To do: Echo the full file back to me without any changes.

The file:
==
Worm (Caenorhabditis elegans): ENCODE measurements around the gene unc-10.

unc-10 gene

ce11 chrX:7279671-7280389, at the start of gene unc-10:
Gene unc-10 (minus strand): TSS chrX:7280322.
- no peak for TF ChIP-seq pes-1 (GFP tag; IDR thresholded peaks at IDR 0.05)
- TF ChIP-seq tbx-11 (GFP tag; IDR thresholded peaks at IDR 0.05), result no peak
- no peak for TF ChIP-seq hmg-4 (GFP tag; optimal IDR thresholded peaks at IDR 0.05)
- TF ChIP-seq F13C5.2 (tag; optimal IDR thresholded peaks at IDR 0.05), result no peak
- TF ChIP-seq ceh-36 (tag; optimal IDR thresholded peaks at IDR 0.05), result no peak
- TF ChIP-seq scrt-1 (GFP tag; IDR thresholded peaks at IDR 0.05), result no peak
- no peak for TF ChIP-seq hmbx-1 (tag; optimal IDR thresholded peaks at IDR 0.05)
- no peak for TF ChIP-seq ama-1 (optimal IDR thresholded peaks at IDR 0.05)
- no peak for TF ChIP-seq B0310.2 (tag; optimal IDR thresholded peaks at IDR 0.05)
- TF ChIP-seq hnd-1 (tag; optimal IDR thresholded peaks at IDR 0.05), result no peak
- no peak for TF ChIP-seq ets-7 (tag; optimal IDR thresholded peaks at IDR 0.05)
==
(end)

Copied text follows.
Worm (Caenorhabditis elegans): ENCODE measurements around the gene unc-10.

unc-10 gene

ce11 chrX:7279671-7280389, at the start of gene unc-10:
Gene unc-10 (minus strand): TSS chrX:7280322.
- no peak for TF ChIP-seq pes-1 (GFP tag; IDR thresholded peaks at IDR 0.05)
- TF ChIP-seq tbx-11 (GFP tag; IDR thresholded peaks at IDR 0.05), result no peak
- no peak for TF ChIP-seq hmg-4 (GFP tag; optimal IDR thresholded peaks at IDR 0.05)
- TF ChIP-seq F13C5.2 (tag; optimal IDR thresholded peaks at IDR 0.05), result no peak
- TF ChIP-seq ceh-36 (tag; optimal IDR thresholded peaks at IDR 0.05), result no peak
- TF ChIP-seq scrt-1 (GFP tag; IDR thresholded peaks at IDR 0.05), result no peak
- no peak for TF ChIP-seq hmbx-1 (tag; optimal IDR thresholded peaks at IDR 0.05)
- no peak for TF ChIP-seq ama-1 (optimal IDR thresholded peaks at IDR 0.05)
- no peak for TF ChIP-seq B0310.2 (tag; optimal IDR thresholded peaks at IDR 0.05)
- TF ChIP-seq hnd-1 (tag; optimal IDR thresholded peaks at IDR 0.05), result no peak
- no peak for TF ChIP-seq ets-7 (tag; optimal IDR thresholded peaks at IDR 0.05)